Creative Carrboro committee one step closer to arts district goal

Carrboro is known for its artistic leanings, but now they’re closer than ever to making it official.

Maria Soharz completes a Creative Carrboro survey at the Carrboro Farmer’s Market. The survey asks takers what attracts them to Carrboro, how they define an arts district, and what they’d like to see in Carrboro. Survey responses include renting space for artists to use, creating interest groups based on art topics, and employing a high-speed municipal internet network. Soharz says she was happy to complete the survey because “the people that speak are the people that are heard.”
Maria Soharz completes a Creative Carrboro survey at the Carrboro Farmer’s Market. The survey asks takers what attracts them to Carrboro, how they define an arts district, and what they’d like to see in Carrboro. Survey responses include renting space for artists to use, creating interest groups based on art topics, and employing a high-speed municipal internet network. Soharz says she was happy to complete the survey because “the people that speak are the people that are heard.” (Staff photo by Samantha McCormick)

The seven-member Creative Carrboro committee, given voice by Recreation and Parks Director Anita Jones-McNair, is researching how best to make Carrboro into an “Arts and Creativity District.”

“We want to hear the opinions of the people before we do anything,” said Jones-McNair during their fact-finding event on October 25 at the Carrboro Farmers’ Market.

The committee set up stations to take the survey at various high-traffic Carrboro locations, like the Open Eye Café, the Carrboro ArtsCenter and under the gazebo at the Carrboro Farmers’ Market. The committee sometimes make three stops in a day, said Jones-McNair. Anyone passing by is urged fill out a paper survey or complete it online on one of the provided laptops and can discuss ideas with the committee members present.

A UNC-Chapel Hill public policy class was also on hand to talk to people with questions about the initiative. The class, taught by Dr. Anna Krome-Lukens, is a capstone class for public policy majors. Four of the students are working on Carrboro’s potential art district.

“I liked [this project] because it was local and we get to see what we’re working on,” said student Jasmine Cook.

Emmanuel Hobbes-Brown is creating a GIS map of Carrboro to represent all the locations that could be classified as public space as well as businesses offering arts-related services to the public.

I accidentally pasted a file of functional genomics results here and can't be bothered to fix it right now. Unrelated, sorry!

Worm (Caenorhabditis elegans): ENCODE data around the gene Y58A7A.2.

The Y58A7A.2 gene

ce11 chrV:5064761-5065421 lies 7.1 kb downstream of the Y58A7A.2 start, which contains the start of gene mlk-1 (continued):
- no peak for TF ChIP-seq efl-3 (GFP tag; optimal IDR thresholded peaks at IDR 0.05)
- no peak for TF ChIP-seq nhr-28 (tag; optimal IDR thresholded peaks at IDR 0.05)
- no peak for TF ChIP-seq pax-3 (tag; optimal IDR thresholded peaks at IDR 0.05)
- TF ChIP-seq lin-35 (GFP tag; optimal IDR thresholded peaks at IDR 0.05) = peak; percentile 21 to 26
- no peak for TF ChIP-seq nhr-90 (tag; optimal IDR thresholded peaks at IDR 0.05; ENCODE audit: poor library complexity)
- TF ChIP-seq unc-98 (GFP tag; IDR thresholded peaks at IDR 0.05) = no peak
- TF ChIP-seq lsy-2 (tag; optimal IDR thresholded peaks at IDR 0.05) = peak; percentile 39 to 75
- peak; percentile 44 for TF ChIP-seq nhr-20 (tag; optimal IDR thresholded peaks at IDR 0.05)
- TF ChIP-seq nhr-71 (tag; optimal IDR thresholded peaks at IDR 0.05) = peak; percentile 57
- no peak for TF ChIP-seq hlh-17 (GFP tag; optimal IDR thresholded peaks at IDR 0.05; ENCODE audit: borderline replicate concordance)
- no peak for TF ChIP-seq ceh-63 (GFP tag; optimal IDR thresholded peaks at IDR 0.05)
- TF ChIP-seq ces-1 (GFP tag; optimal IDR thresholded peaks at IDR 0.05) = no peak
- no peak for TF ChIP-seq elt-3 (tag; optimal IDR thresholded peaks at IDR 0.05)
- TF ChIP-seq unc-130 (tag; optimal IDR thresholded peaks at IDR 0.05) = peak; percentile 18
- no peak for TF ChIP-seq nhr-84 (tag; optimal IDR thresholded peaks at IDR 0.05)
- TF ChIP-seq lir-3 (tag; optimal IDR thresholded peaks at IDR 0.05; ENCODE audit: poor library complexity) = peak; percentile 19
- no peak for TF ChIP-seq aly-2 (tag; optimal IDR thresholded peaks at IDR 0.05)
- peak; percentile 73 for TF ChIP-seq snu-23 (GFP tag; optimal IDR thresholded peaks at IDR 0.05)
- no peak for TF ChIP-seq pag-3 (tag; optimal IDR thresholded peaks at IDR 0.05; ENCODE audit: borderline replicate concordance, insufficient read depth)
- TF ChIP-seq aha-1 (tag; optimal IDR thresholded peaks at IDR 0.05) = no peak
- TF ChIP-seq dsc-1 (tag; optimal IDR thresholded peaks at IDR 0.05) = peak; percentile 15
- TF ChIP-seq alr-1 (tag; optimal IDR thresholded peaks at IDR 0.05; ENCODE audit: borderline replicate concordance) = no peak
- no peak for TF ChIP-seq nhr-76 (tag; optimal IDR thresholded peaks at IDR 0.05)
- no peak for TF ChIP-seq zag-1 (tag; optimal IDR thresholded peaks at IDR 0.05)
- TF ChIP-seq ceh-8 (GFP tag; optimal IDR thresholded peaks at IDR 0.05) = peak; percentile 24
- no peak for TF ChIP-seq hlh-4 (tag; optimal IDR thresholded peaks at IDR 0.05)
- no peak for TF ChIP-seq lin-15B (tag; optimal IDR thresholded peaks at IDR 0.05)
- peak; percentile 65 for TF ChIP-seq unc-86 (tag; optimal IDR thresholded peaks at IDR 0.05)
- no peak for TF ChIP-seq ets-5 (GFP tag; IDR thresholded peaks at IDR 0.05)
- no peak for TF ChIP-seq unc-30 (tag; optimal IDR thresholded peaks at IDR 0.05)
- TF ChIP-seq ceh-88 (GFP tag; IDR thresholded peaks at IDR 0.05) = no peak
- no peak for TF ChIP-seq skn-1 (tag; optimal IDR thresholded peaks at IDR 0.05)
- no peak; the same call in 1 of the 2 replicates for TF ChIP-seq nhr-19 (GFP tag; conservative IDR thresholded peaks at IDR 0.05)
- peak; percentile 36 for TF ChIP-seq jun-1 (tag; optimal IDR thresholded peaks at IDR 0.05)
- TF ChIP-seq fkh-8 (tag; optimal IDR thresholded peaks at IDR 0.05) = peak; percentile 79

“You’d be surprised just how many things Carrboro has to offer,” he said.

“We’re trying to bring the community together,” said Cook.

Survey-taker and eight-year Carrboro resident Maria Soharz agreed.

“Arts are an important part of what makes Carrboro vibrant,” she said.

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Anita Jones-McNair talks with UNC lecturer Anna Krome-Lukens at the Carrboro Farmers Market.  The two women represent a link between Carrboro town government and the university in their joint effort to bring Carrboro an arts and creativity district. (Staff photo by Samantha McCormick)

She was an art major at UNC, even though she now works in a lab. But many of her art major classmates want to live in Carrboro because of its artistic opportunities and walkability, she said. But they can’t afford to live or buy office space in town.

She said she appreciates the democratic research efforts into a arts district solution.

“That’s how we do everything we do,” said Jones-McNair.

The committee hopes to have enough information gathered by the beginning of next year to present a plan for a creative district to the Carrboro Board of Alderman.

In addition to the surveys and GIS map, they also looked at successful art districts in other communities, like Winston-Salem, Shreveport, Louisiana, and Parker, Colorado. These towns took actions as diverse as putting up special arts districts signs to promote pride to giving tax breaks to local artists.

Jones-McNair said it’s up to the survey results to decide what’s ultimately best for Carrboro. It could be a big project, or “it could be nothing,” she said. “They might like Carrboro as it is.”

Creative Carrboro committee member and former ArtsCenter director Art Menius says the mix of committee members, three from Carrboro governmental departments and four from the private sector, creates a good balance of perspective to do good work.

“It’s a living organ that always requires tending,” he said.

Despite the work, he said, an arts district would be well worth it.

“The most important good we can do is work to maintain affordable space to live and work in Carrboro,” he said. “It will be an on-going initiative as long as there is a Carrboro.”

 

Author of the article

Samantha is the arts editor of the Carrboro Commons and a student at UNC-Chapel Hill.